What did the article say about ultras? Are they OK?
The heart is essentially a muscle and you would expect it to be worked hard, suffer a bit, and then recover.
Well I've been a runner for over 50 years and completed 45 marathons and umpteen triathlons so I guess I'm doomed eh?
An EKG in June of this year showed my heart is completely healthy.
Ive just been sent a copy of that recent artical asking me if I am really going to attempt another marathon. My answer was of course, it might put a little strain on your muscles for a short period of time but there are so many benefits from it aswell. All that healthy eating and training involved for at least 4 months has huge rewards. So much so than sitting on a sofa, watching TV and playing computer games, which im sure is far worse than running a marathon!
Drowning is almost three times as likely a cause of accidental death in the USA as firearms.
Ever since the author of the book Running by James Fixx died of a heart attack while out for a 10 mile run nearly 30 years ago the arguement has continued whether too much distance can cause irreperable damage but there is food for thought in the arguement. I've personally run 18 marathons over the years & have often wondered whether it is actually healthy or am i doing damage to myself, after all there is nothing natural in running a distance where you exhaust your glycogen levels, i've stepped down to half marathons now & to be honest i now enjoy it more than putting my body through months of hard training.
"those running typically over 8???miles an hour, appeared to get no mortality benefit compared with the non-runners, whereas those who fared best usually ran about 6–7???miles per hour—a comfortable jog for most people"
Seems very vague advice. Surely the heart rate is the only important factor here if there is any credibility to it? 8 for some runners can be exhauting and at the top end of their heart rate scale. For others, it can be a reasonably gentle "jog"
Exactly - with the massive range of abilities on this one forum alone, how could anyone make such a generalised comment about marathon running in general??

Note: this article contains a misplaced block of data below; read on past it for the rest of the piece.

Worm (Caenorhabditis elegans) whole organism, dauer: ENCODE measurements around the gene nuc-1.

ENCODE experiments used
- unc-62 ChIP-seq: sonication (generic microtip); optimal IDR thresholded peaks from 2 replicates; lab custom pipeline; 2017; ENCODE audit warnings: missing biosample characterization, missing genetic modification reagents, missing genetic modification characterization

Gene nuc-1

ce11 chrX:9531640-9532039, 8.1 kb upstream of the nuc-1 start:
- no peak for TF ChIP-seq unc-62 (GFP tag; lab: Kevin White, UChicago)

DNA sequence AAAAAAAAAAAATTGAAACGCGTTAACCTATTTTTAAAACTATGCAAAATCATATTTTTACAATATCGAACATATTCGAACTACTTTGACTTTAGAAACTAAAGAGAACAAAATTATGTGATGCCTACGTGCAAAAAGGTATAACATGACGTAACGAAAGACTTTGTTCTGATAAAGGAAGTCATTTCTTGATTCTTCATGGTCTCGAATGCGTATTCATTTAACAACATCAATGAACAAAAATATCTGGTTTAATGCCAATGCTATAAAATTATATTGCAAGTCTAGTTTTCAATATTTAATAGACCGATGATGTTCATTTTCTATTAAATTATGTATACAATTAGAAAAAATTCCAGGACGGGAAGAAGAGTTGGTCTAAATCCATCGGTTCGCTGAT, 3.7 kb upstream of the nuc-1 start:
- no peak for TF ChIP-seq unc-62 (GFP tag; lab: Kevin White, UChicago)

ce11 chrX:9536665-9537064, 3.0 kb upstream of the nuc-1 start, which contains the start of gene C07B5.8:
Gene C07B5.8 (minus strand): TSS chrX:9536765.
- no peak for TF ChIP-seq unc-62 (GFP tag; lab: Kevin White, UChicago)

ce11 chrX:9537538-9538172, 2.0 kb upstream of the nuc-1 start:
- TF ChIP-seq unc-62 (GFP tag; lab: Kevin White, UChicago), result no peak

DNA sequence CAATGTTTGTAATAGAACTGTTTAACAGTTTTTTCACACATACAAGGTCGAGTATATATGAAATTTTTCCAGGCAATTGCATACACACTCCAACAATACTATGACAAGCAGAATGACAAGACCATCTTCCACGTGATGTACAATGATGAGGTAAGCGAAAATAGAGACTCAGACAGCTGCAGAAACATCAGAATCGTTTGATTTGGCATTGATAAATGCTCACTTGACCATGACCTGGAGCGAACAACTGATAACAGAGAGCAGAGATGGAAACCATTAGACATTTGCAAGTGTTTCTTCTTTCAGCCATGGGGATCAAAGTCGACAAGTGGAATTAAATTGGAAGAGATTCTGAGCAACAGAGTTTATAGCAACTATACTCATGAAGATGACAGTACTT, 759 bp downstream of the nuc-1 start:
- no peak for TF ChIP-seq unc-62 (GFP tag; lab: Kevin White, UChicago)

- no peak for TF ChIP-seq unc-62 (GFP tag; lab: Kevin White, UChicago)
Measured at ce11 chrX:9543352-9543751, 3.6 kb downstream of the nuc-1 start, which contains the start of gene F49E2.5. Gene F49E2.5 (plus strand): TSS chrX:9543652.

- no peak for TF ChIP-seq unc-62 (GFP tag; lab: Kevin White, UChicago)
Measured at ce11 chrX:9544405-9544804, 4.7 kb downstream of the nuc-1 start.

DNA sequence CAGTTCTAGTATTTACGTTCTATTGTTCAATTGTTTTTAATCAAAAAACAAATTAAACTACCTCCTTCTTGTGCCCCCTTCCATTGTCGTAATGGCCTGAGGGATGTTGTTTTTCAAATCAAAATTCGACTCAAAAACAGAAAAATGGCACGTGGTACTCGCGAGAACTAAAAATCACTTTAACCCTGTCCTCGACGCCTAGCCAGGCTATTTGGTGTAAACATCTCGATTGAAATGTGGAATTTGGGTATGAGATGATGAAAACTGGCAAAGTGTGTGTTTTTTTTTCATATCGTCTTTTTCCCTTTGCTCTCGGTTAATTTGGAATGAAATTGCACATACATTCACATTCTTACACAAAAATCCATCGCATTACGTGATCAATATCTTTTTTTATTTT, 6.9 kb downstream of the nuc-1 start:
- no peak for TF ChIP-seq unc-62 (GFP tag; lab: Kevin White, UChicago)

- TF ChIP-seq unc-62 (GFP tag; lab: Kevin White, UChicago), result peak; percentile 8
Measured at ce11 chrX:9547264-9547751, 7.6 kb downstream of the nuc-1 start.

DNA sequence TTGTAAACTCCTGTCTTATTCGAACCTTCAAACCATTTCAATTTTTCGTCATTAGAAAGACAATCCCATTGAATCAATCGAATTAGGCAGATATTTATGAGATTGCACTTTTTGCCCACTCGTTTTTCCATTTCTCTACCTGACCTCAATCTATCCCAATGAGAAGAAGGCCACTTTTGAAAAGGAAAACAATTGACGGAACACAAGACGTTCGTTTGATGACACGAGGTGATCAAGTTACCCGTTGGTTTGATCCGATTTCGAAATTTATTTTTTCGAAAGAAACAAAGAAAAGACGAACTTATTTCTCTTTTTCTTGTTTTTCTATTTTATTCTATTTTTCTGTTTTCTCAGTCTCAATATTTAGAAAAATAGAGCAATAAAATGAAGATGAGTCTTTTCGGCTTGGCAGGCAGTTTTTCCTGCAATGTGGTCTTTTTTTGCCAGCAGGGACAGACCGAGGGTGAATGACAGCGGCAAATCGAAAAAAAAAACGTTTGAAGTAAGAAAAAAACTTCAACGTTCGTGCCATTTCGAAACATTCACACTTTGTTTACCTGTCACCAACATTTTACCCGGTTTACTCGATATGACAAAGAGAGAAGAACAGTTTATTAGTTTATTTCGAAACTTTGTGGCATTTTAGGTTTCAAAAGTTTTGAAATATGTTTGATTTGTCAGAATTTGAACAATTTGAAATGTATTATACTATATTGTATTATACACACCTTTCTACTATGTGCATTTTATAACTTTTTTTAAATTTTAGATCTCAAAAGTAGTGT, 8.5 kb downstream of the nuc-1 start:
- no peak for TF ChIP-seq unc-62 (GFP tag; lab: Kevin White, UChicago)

ps Strangely Brown - is that a Blackadder reference by any chance?
I quote from the end of a couple of letters in the Lancet discussing a paper about this
"The adverse effects of strenuous exercise for incremental efforts for more than an hour a day did not seem to outweigh the benefits. We were not able to identify an upper limit of physical activity, either moderate or vigorous, above which more harm than good will occur in terms of long-term life expectancy benefits—an observation similarly made by the 2008 Physical Activity Guidelines for Americans. We hope, however, that concerns about too much vigorous activity are more academic than practical, with adverse effects more short-term than long-term. Most of the general population is sedentary and our major challenge is how to make the inactive start exercising, and not to give them reasons to avoid exercise." [my bold text]
It's handy that the Lancet doesn't restrict what you can get at - Lancet letter
apparently Too Much Love Can Kill You also, according to Queen. Cue the next Daily Mail scare-mongering article.
Steve loves bacon wrote (see)
Exactly - with the massive range of abilities on this one forum alone, how could anyone make such a generalised comment about marathon running in general?? ps Strangely Brown - is that a Blackadder reference by any chance?
Oh yes. The greatest comedy ever penned.
Do you, by any small chance, really enjoy cooked cured pig's belly?
It has been known for me to partake in said cooked cured pig's belly, yes... Running for me is mainly about earning bacon sarnies
A man after my own heart. My reward on a fortnightly basis after my Sunday LSR is giant bacon butty. I actually begin thinking about it and start salivating with 5-6 miles still left and can almost smell it as I turn into my road. Talk about motivational pull!
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